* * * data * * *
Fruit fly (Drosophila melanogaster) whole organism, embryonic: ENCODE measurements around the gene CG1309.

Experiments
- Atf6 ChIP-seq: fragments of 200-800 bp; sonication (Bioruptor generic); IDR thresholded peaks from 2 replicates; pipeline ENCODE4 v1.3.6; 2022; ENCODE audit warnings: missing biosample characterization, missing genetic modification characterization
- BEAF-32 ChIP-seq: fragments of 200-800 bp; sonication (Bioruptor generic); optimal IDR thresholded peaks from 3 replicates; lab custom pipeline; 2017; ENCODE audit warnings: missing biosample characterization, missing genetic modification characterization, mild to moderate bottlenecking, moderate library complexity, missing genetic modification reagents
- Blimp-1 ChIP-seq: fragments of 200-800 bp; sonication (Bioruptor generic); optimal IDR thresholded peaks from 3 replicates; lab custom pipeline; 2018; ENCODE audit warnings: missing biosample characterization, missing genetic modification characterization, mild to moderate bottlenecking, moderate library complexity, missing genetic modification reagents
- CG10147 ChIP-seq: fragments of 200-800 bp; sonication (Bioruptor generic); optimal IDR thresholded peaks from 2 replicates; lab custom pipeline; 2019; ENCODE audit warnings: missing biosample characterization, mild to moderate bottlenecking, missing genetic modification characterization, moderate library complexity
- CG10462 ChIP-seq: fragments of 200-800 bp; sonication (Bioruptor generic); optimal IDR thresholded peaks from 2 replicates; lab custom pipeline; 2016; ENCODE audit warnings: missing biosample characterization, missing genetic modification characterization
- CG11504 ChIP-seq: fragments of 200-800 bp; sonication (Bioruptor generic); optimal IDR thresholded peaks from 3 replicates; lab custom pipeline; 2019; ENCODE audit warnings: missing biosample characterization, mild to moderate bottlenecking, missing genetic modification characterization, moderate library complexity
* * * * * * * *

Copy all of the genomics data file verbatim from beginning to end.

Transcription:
Fruit fly (Drosophila melanogaster) whole organism, embryonic: ENCODE measurements around the gene CG1309.

Experiments
- Atf6 ChIP-seq: fragments of 200-800 bp; sonication (Bioruptor generic); IDR thresholded peaks from 2 replicates; pipeline ENCODE4 v1.3.6; 2022; ENCODE audit warnings: missing biosample characterization, missing genetic modification characterization
- BEAF-32 ChIP-seq: fragments of 200-800 bp; sonication (Bioruptor generic); optimal IDR thresholded peaks from 3 replicates; lab custom pipeline; 2017; ENCODE audit warnings: missing biosample characterization, missing genetic modification characterization, mild to moderate bottlenecking, moderate library complexity, missing genetic modification reagents
- Blimp-1 ChIP-seq: fragments of 200-800 bp; sonication (Bioruptor generic); optimal IDR thresholded peaks from 3 replicates; lab custom pipeline; 2018; ENCODE audit warnings: missing biosample characterization, missing genetic modification characterization, mild to moderate bottlenecking, moderate library complexity, missing genetic modification reagents
- CG10147 ChIP-seq: fragments of 200-800 bp; sonication (Bioruptor generic); optimal IDR thresholded peaks from 2 replicates; lab custom pipeline; 2019; ENCODE audit warnings: missing biosample characterization, mild to moderate bottlenecking, missing genetic modification characterization, moderate library complexity
- CG10462 ChIP-seq: fragments of 200-800 bp; sonication (Bioruptor generic); optimal IDR thresholded peaks from 2 replicates; lab custom pipeline; 2016; ENCODE audit warnings: missing biosample characterization, missing genetic modification characterization
- CG11504 ChIP-seq: fragments of 200-800 bp; sonication (Bioruptor generic); optimal IDR thresholded peaks from 3 replicates; lab custom pipeline; 2019; ENCODE audit warnings: missing biosample characterization, mild to moderate bottlenecking, missing genetic modification characterization, moderate library complexity